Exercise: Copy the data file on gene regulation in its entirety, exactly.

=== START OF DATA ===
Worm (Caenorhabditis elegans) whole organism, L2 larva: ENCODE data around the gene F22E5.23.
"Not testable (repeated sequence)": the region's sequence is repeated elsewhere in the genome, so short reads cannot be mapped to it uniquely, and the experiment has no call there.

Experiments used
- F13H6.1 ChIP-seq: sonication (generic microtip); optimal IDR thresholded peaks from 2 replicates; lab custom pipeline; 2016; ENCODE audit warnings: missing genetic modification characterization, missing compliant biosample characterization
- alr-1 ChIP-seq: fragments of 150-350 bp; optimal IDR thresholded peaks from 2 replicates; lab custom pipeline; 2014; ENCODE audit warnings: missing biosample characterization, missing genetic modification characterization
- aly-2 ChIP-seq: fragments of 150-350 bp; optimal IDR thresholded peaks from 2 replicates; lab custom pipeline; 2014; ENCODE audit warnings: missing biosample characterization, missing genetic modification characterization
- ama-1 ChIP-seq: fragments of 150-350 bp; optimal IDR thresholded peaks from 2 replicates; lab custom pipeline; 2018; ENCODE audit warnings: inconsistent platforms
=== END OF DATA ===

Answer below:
Worm (Caenorhabditis elegans) whole organism, L2 larva: ENCODE data around the gene F22E5.23.
"Not testable (repeated sequence)": the region's sequence is repeated elsewhere in the genome, so short reads cannot be mapped to it uniquely, and the experiment has no call there.

Experiments used
- F13H6.1 ChIP-seq: sonication (generic microtip); optimal IDR thresholded peaks from 2 replicates; lab custom pipeline; 2016; ENCODE audit warnings: missing genetic modification characterization, missing compliant biosample characterization
- alr-1 ChIP-seq: fragments of 150-350 bp; optimal IDR thresholded peaks from 2 replicates; lab custom pipeline; 2014; ENCODE audit warnings: missing biosample characterization, missing genetic modification characterization
- aly-2 ChIP-seq: fragments of 150-350 bp; optimal IDR thresholded peaks from 2 replicates; lab custom pipeline; 2014; ENCODE audit warnings: missing biosample characterization, missing genetic modification characterization
- ama-1 ChIP-seq: fragments of 150-350 bp; optimal IDR thresholded peaks from 2 replicates; lab custom pipeline; 2018; ENCODE audit warnings: inconsistent platforms